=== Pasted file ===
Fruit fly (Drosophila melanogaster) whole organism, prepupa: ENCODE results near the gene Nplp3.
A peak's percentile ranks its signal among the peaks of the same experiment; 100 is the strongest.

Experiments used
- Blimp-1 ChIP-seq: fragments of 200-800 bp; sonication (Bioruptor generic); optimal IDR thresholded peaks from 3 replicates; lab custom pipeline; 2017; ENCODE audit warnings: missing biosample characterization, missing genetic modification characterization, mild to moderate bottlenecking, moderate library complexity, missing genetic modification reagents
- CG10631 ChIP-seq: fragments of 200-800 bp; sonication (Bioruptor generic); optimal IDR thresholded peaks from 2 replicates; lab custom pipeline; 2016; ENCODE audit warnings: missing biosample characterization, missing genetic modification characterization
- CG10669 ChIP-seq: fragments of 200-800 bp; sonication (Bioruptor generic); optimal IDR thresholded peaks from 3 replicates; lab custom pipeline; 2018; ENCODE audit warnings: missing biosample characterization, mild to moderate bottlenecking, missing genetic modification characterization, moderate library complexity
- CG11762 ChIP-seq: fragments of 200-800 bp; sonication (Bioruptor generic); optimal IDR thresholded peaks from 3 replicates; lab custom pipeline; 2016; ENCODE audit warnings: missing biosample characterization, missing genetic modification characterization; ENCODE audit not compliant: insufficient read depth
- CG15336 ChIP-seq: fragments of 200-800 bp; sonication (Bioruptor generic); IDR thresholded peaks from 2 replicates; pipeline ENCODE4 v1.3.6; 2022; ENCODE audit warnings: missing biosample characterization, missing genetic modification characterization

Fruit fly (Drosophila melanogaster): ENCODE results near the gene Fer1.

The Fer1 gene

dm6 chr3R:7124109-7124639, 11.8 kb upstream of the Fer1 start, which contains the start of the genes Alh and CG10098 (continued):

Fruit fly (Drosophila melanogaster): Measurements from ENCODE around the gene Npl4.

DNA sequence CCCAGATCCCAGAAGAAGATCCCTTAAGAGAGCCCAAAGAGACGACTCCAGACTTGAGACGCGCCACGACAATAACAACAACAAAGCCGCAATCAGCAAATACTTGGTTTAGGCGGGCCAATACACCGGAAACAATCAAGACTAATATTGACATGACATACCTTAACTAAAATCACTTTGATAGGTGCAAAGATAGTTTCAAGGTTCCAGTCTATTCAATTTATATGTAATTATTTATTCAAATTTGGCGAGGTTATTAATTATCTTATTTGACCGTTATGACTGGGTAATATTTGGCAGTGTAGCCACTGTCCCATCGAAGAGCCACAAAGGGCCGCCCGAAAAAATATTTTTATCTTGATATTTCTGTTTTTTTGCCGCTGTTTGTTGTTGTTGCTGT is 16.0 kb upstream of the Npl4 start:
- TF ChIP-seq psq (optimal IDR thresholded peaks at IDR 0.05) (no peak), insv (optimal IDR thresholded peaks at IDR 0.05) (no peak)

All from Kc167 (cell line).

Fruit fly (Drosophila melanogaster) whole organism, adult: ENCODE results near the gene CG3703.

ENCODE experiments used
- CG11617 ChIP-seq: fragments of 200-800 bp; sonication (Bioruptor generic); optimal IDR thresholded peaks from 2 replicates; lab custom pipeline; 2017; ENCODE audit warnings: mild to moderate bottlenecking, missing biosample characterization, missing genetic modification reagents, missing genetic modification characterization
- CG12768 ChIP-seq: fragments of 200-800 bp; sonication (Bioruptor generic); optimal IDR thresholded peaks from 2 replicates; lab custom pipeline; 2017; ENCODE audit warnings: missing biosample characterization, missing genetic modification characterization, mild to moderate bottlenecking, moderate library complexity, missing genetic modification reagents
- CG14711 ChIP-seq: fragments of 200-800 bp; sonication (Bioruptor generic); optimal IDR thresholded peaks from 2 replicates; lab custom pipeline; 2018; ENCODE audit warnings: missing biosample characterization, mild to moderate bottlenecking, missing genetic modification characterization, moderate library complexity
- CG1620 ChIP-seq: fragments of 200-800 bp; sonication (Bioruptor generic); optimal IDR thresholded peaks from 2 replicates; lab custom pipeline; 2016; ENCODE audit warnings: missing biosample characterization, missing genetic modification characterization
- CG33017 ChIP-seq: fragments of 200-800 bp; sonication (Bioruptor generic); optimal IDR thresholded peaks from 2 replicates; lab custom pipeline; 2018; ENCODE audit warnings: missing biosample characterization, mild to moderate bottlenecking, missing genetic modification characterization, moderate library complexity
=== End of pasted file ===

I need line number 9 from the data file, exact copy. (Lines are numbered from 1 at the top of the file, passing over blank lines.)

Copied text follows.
Fruit fly (Drosophila melanogaster): ENCODE results near the gene Fer1.